In many cases the catalytic cracking reaction results in the deposition of coke onto the particulate catalytic material. Such coke may be removed by burning it off the particulate catalytic material in a catalyst regeneration step. Heat produced in this regeneration step may be used in the catalytic cracking process.
In a preferred embodiment the process of the present invention is integrated with the production of aquatic biomass, and heat produced during this process may be used in the production of the biomass, for example by heating the water in which the aquatic biomass is grown. Also, CO2 produced in, for example, the catalyst regeneration step may be used in the process for producing the aquatic biomass. For example, CO2 may be bubbled through the water in which the aquatic biomass is grown.
Other than any coke deposited on the catalyst particles and inorganic materials present in the aquatic biomass (ashes), the process produces no solid by-products. Coke may be burned off, as described hereinabove. Ashes may be dissolved in water or in an aqueous solution of an acid, and separated from the catalytic particles. In general the ashes contain materials, such as KOH, that have suitable catalytic properties. It may be desirable to leave the ashes mixed with the catalytic particles and recycle the mixture of ashes and particulate catalytic materials into step a) of the process.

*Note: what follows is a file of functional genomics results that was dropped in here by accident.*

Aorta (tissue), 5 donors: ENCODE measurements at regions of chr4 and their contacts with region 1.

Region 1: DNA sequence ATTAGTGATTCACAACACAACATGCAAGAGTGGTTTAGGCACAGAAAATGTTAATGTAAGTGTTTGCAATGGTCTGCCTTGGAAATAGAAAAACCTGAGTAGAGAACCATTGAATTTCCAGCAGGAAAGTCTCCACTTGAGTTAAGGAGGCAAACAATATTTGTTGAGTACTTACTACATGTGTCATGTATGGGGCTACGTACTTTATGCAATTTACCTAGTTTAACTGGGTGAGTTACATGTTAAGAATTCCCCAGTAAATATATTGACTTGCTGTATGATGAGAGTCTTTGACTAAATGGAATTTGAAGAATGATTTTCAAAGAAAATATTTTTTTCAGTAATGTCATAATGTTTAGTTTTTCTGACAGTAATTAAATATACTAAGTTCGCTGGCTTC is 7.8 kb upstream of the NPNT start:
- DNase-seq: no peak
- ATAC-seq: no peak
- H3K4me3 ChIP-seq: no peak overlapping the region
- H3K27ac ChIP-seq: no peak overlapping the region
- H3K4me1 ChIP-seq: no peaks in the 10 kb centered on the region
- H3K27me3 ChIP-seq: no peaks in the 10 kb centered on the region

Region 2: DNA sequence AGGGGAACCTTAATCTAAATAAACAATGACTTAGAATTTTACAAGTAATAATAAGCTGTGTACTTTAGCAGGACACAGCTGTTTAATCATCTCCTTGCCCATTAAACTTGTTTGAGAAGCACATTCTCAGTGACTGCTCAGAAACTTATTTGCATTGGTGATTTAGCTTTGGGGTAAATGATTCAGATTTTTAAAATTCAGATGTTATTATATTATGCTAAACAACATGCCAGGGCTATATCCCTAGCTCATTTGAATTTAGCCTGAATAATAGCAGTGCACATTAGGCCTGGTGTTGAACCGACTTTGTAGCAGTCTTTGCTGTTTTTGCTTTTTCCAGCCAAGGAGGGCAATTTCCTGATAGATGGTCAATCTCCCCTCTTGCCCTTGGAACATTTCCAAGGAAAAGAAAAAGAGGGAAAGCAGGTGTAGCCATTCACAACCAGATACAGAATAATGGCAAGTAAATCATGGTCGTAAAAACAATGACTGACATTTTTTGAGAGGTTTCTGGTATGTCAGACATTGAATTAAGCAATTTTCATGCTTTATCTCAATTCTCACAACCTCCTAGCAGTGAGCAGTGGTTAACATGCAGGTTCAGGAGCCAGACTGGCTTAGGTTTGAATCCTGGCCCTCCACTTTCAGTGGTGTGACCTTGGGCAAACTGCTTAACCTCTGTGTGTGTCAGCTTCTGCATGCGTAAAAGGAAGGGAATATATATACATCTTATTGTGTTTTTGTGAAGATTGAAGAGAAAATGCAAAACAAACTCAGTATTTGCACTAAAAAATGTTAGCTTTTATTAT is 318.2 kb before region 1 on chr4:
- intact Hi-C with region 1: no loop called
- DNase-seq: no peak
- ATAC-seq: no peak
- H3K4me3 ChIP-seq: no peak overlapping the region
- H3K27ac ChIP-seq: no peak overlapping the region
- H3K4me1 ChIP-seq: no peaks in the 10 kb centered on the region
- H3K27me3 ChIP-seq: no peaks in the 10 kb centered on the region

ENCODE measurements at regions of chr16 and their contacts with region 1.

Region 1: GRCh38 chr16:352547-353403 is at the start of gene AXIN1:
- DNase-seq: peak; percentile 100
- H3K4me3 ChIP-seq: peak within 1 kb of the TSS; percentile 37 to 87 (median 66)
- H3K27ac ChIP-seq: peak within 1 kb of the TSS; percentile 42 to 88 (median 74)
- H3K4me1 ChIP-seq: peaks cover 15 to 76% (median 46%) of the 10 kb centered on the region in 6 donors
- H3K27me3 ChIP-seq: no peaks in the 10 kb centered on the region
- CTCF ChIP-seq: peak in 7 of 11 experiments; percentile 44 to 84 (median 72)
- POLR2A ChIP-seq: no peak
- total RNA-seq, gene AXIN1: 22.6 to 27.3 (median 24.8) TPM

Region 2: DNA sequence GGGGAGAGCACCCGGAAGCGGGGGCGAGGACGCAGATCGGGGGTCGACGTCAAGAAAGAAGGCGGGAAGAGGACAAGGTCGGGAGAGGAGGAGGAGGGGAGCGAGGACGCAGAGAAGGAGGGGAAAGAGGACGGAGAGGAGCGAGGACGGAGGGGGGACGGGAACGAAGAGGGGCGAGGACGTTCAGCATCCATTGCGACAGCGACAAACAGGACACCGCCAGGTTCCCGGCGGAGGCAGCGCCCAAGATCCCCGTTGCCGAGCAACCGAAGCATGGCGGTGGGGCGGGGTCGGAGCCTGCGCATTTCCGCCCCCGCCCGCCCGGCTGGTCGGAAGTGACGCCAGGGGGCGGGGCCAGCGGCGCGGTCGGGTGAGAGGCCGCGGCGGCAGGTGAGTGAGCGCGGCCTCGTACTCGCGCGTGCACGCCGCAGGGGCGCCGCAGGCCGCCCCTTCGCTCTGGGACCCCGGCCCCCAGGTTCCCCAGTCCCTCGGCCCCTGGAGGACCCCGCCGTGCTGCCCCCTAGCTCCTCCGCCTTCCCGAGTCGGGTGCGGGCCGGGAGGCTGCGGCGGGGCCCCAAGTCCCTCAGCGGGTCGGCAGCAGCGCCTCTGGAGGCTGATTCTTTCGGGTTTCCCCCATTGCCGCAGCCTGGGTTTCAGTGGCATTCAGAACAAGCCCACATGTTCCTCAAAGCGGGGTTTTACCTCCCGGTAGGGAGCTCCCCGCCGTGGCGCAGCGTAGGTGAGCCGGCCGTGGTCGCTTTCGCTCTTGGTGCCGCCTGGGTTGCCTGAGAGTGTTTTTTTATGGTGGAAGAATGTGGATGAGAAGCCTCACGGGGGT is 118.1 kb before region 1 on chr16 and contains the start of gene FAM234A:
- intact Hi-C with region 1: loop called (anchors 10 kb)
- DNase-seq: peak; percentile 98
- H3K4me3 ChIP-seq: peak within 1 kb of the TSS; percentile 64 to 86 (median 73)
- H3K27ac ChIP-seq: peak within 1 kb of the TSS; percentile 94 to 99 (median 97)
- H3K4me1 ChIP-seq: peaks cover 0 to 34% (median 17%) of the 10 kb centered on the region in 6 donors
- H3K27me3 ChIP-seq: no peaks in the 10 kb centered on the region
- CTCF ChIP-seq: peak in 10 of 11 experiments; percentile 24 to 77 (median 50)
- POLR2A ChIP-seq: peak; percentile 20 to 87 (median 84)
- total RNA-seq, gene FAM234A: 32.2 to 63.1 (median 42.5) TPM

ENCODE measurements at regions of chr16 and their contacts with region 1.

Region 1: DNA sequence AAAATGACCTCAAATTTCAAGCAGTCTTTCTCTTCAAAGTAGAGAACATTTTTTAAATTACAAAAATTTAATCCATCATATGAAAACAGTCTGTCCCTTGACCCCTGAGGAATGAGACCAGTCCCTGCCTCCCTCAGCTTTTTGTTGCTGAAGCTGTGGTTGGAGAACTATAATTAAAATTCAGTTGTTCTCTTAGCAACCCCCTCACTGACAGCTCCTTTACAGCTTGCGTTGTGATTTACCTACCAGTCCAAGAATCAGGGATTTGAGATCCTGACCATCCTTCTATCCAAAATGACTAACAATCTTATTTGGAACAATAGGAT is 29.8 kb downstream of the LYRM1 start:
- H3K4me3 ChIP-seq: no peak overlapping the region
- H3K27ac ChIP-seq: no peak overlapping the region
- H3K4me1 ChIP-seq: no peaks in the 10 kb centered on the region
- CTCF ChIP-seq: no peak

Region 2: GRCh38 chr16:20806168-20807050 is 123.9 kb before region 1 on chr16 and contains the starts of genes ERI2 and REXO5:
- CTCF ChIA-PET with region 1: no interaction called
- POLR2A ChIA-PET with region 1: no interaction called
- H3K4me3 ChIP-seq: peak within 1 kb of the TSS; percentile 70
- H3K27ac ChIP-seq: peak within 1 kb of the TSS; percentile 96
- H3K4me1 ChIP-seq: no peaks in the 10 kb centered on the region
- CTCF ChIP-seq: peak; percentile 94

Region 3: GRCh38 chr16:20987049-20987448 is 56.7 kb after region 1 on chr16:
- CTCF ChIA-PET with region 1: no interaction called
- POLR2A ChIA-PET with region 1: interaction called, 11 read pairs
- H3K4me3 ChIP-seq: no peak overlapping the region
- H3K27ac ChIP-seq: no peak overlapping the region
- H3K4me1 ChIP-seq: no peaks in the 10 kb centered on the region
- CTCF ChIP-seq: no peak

The liquid product obtained in step b) of the process comprises an aqueous phase and an oil phase. The liquid phase contains dissolved inorganic materials from the aquatic biomass starting material, and dissolved organic reaction products, such as sugars, carboxylic acids, oligopeptides, and the like.
The oily phase is a complex mixture of hydrophobic organic materials, such as unconverted lipids, fatty acids, aliphatic hydrocarbons, carbohydrates, fatty alcohols, aromatics, and the like.
The oily phase may be separated from the aqueous phase by gravity. It may be used as-is as a furnace fuel, or it may be subjected to conventional refining steps (hydrocracking, hydrotreatment, and the like) to generate liquid fuels suitable for use in internal combustion engines.
Organic materials present in the aqueous phase may be separated in any suitable way, such as distillation, extraction, film evaporation, and the like. The organic materials may be blended with the oily phase prior to refining, or may be used for further upgrading to specialty chemicals.
Patent applications by Paul O'Connor, Hoevelaken NL